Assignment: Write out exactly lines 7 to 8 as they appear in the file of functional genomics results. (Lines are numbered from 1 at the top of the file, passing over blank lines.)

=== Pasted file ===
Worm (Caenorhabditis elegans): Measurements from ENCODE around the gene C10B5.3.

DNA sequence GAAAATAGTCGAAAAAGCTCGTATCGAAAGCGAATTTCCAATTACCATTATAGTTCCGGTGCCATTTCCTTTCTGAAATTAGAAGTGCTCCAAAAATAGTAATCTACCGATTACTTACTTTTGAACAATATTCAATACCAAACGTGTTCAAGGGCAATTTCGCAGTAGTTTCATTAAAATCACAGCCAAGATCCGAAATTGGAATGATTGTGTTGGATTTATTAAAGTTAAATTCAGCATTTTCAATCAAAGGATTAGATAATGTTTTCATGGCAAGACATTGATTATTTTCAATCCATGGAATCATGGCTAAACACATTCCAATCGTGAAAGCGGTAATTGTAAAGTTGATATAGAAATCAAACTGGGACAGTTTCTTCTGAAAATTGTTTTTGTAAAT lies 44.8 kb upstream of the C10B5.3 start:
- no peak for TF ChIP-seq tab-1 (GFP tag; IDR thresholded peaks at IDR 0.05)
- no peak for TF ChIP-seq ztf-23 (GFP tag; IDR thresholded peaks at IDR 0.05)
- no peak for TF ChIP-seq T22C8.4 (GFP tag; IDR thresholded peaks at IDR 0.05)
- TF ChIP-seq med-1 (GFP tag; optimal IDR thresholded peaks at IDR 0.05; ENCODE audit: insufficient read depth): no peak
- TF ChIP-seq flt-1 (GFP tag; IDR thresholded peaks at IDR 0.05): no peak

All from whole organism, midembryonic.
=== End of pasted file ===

- TF ChIP-seq flt-1 (GFP tag; IDR thresholded peaks at IDR 0.05): no peak

All from whole organism, midembryonic.